nexVortex BLOG

Six Ways to Protect Your Business from Cyberattacks

Chuck Harris

Whether you realize it or not, your business is at risk.

In 2017, 9.3 billion malware attacks were launched, and 184 million ransomware strikes were made against companies – 46 percent of which were in the United States.

With those numbers, if you haven’t already, it’s time to invest in a cybersecurity strategy.

What to be on the lookout for

Malware has taken on a number of incarnations over the years. Spearheading the modern era are point of sale (POS) Trojans, Banking Trojans, and Ransomware. Here’s a snapshot and definition of each:

  • POS Trojan. These cyber-spies zero in on electronic payment systems. A POS Trojan is capable of mining customer data such as debit and credit card numbers, both online, and in stores.
  • Banking Trojan. This nasty little collection penetrates and then lurks inside computer systems eagerly gathering up usernames and passwords, along with vulnerable banking data. One of such programs, Zeus, cracked into 3.6 million computers in the United States back in 2010.
  • Ransomware.  Ransomware digital terrorists invade computer systems, pull sensitive information, and then lock it up in encryption. Under threat of publication, or permanent encryption, a ransom is then demanded.

How to protect your business from cyber thugs

While each of these threats is crippling, the following countermeasures can help business owners sleep better at night.

1).  Know your enemy. It’s important to investigate which types of malware your industry faces most frequently. Understanding the threat is a productive first step toward security.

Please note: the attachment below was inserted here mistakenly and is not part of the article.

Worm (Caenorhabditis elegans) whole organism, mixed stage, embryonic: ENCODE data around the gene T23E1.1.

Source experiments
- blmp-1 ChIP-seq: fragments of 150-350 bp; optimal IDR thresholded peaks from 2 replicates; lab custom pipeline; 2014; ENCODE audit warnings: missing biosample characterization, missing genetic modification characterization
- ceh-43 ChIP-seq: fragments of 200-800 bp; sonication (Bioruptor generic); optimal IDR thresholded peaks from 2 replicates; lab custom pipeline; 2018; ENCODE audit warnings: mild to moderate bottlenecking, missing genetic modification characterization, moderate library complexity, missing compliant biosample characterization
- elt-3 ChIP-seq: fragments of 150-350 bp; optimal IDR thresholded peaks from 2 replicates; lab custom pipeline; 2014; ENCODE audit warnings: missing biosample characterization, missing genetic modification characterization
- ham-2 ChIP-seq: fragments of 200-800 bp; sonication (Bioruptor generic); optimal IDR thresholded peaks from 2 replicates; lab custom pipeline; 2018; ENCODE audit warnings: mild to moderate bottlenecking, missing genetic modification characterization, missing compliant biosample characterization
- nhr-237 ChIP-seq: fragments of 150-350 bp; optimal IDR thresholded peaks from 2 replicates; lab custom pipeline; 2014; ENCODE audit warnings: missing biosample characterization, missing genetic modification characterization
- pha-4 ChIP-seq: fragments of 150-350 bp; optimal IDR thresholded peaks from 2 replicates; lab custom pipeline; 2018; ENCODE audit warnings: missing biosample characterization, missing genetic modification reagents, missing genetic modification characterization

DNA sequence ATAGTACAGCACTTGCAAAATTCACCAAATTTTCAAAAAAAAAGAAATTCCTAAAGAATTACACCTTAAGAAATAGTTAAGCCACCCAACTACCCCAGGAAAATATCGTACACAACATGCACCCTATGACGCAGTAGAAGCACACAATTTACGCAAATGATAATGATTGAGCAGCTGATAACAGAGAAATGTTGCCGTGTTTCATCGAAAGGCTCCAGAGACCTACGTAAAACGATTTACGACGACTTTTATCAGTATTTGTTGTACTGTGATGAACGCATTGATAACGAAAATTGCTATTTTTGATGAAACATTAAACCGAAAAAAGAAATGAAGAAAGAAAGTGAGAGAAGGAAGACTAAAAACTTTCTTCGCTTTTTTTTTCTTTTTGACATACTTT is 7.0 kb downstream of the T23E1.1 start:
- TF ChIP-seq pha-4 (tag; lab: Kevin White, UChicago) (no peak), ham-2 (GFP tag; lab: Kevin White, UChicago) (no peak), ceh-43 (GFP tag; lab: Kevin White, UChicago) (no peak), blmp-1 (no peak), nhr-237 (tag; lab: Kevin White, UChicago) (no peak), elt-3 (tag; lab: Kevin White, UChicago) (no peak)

2).  Assess your firewall. Firewall protection should encompass all company internet activity, including email, media streaming, etc. Effective firewalls surveil threats from a variety of sources.

 3).  Implement a company cybersecurity policy. Everyone on your staff should be aware of security risks. Employees should be educated on the dangers of opening suspicious emails and attachments, which can introduce malware to the computer network. Of course, accidents can and do happen – your staff should also know what to do if they think they might have downloaded a threat.

4).  Be password savvy. Another element employees should be aware of is which types of passwords are the most secure. While special characters are commonly thought to add security, long sentences – a minimum of 12 characters – can not only be easier to remember, they’re also secure.

 5).  Disconnect. The first response to a cyber threat is to cut off their path to your data. Shutting down the network – including Bluetooth and Wi-Fi – can hinder further infection and communication with the malware’s source.

 6).  Keep everything backed up. Hard drives crash, files get deleted, and then there’s ransomware. If you’re infected with a ransomware program, and you have a backup completely off your network it will limit their power over your company.

Implement and Enforce Policies

One area in which to be specifically diligent is the use of personal devices on your corporate network.  The BYOD (Bring Your Own Device) trend is growing and policies must be put in-place and followed.

As with any good policy, one which targets BYOD must be written, clear, and comprehensive.  While no one-size fits all, a good policy will address the concerns of the employee and the company.  Read our blog from earlier this year on BYOD.


Are You in Compliance with Kari’s Law for Emergency Calling?

Kari’s Law requires multi-line telephone systems (like those found on campuses, hotels, or office buildings) to enable users to dial 911 directly, without having to dial a prefix to reach an outside line.   Congressional Bill H.R. 582 of 2017, better known as Kari’s Law, became a legal requirement on February 16, 2018. The Act was a response to the murder of Kari Hunt by her estranged husband in December 2013 while she and her daughter Brianna were at a Texas hotel.

Business Continuity and Disaster Recovery

When disaster strikes, will you be able to maintain contact with your customers and support their needs? Business continuity can be the difference between your company surviving or shutting its doors after a disaster.   Many businesses aren’t prepared to deal with a disaster. And unfortunately, many kinds of  disasters close small businesses for good every year. If you can’t maintain contact with your customers through the worst times, your company could be in jeopardy.